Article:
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The Boogeyman

by Eva Pasco 

BoogeymanEvery culture has one—an amorphous embodiment of terror with no specific appearance, who emerges from its hiding place under the bed or closet to “get us” during the night. The Boogeyman in its many forms terrorized us during the Sixties. He was the horrible monster cloaked in a white robe and concealing his identity under a conical hat while banding with other Ku Klux Klan clones to conduct a reign of terror against African Americans for the purpose of restoring white supremacy. The Boogeyman manifested himself as Nikita Khrushchev, leader of the  Soviet Union during part of the Cold War, who boasted about nuclear missiles for leverage. His famous words, “We will bury you,” were taken as a literal threat. The Boogeyman morphed into Senator Joseph McCarthy whose paranoia fueled fears of widespread Communist subversion in this country, resulting in numerous reckless and unsubstantiated accusations against our fellow countrymen who merely exercised the political freedoms this nation was founded on.   

I’ll wager the Boogeyman was our school principal back in the day when authority figures still had clout with youngsters. Fear rustled in the air whenever Miss Britain, the grande dame of Lincoln Community School, made one of her impromptu visits to the classroom. The swish of her pleated skirt, heels thwacking linoleum, and the gold charms jingling on her bracelet whenever she made notes on a clipboard, rendered an eerie silence amongst sacrificial lambs. Each of us cringed in fear as the principal sashayed down the aisles between rows of desks and peered over our shoulders to monitor work in progress. Miss Britain once directed a sharp criticism at someone she told in no uncertain terms could do better.  She scooped up the lined yellow composition paper, crumpled it, and ceremoniously tossed it in the wastebasket on her way out the door. I can attest that anyone sent to her office for discipline never came back quite the same wise guy, visibly shaken and shamed from one of her lectures.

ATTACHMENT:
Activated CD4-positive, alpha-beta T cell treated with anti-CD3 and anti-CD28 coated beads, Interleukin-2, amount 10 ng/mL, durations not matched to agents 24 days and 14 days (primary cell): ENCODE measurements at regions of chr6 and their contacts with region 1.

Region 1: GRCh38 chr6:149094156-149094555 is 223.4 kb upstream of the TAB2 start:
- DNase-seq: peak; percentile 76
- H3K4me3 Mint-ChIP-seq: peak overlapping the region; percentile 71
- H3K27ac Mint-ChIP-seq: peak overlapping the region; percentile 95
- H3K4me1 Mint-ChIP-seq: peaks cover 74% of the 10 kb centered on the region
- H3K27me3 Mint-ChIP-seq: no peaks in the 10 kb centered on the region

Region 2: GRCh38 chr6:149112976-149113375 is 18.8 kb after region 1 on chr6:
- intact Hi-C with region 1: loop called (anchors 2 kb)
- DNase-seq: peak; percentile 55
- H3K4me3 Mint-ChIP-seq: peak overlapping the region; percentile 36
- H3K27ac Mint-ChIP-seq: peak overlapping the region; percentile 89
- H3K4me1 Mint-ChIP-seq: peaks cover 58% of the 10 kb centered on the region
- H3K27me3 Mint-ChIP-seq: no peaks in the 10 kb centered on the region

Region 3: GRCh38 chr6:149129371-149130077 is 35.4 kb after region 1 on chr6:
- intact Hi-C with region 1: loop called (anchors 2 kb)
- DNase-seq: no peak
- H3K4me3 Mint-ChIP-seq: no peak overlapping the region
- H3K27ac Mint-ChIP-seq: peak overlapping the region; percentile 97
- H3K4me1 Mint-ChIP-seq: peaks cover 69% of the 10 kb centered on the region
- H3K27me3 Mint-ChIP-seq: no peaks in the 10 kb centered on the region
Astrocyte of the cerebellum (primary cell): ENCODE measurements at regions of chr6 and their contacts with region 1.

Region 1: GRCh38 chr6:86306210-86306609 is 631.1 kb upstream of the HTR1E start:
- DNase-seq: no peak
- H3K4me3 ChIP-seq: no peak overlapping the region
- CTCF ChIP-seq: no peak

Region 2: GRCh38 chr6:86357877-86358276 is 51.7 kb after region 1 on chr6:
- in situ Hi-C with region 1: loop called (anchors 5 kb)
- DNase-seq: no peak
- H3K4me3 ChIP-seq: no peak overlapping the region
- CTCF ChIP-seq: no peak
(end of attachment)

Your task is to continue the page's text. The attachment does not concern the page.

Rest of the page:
Echoes of “Just wait until your father gets home” reminded most of us that our dad was one Boogeyman you didn’t want to reckon with. Since my mother brandished a fly swatter during the day to quell arguments of sibling rivalry, we knew we’d gone too far if she resorted to such a threat. It was usually enough for us to knock it off.  Though today’s society has many a Boogeyman to contend with, we seem to have cowered principals and parents under a bed or inside a closet, preventing them from steering youngsters in the right direction.

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Underlying Notes by Eva Pasco  An E. Quiche by Eva Pasco



 Signed copies of the Paperback, 40 % off suggested retail, may be acquired at the Authors Den Signed Bookstore via Eva’s web page:






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